Analysing the actual role of ECI in post-election Covid upsurge
New Delhi [India], May 18: Aggrieved by the Madras High Court’s observations, the Election Commission approached the Supreme Court. The entire liability of India’s 2nd wave of ramification was solely attributed to ECI by the Madras HC. It held that EC has failed in maintaining COVID-19 protocol during election campaigns in four states and a Union Territory and also made scathing comments like the poll panel “should be put up on murder charges” for being the ” the only institution responsible for the situation”.
Did the elections cause the spike?
The Election Commission of India had already issued a cautionary, although political parties or the government paid no heed but saw the crowd as an affirmation of their leadership. On 22 April, EC banned all public gatherings limiting it to 500 people with safety rules. However, the upsurge was not limited to polling states but the rest of India also witnessed a deluge. Maharashtra, Chhattisgarh and Karnataka, held no elections but were severely stricken.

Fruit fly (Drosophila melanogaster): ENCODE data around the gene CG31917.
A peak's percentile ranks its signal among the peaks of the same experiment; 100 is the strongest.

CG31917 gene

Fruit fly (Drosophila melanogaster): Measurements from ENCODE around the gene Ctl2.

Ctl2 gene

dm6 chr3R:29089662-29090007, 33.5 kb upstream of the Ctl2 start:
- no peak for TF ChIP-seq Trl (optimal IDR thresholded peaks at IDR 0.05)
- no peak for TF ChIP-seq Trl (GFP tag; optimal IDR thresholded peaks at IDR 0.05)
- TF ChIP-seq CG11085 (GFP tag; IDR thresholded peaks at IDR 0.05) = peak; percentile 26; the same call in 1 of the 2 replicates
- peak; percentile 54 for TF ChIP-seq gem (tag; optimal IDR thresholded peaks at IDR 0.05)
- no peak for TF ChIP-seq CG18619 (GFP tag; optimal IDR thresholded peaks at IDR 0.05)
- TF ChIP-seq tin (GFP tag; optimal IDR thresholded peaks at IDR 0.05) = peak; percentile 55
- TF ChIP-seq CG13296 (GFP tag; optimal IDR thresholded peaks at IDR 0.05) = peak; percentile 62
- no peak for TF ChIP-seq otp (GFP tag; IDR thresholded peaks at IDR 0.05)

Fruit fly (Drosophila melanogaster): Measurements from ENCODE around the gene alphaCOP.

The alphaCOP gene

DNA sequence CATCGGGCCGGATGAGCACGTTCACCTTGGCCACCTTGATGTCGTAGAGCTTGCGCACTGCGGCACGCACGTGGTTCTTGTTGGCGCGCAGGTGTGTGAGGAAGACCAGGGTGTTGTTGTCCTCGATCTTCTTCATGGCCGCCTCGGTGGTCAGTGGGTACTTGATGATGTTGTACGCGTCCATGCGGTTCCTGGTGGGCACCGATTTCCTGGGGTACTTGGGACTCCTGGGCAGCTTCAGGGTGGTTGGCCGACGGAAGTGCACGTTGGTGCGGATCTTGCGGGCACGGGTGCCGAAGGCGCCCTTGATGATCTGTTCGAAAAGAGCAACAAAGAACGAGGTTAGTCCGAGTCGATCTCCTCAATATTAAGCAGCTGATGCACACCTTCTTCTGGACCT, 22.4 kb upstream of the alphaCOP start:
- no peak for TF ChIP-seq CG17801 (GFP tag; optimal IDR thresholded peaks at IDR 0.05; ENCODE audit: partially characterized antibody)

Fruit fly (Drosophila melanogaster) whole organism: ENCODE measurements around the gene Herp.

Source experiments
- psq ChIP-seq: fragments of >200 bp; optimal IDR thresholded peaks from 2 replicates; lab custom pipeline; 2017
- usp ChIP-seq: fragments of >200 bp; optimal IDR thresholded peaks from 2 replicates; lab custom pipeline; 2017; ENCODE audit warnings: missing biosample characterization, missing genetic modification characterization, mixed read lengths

In absence of any ground-level data of infection rates among people who likely have attended rallies and other dwellers of such area, it is highly questionable to denounce the entire liability on ECI.
Furthermore, if we compare cases in polling states with the top five states reporting the highest daily cases, it doesn’t provide any conclusive evidence to endorse EC culpable for the upsurge. Also if we compare current data with April 2020, we would find that Corona was growing fastest in West Bengal, doubling in a week, followed by Maharashtra and Gujarat, at 8 days respectively even amid nation-wide lockdown.
Population density is also a significant factor. The biggest surge was witnessed in Delhi from 0.4% on 26th February to 32% on April 28 where there was no election, and Delhi’s higher population density than the polling states cannot be ignored, followed by 4 non-election states—Maharashtra, Karnataka, Chhattisgarh and UP also showing alarming spike.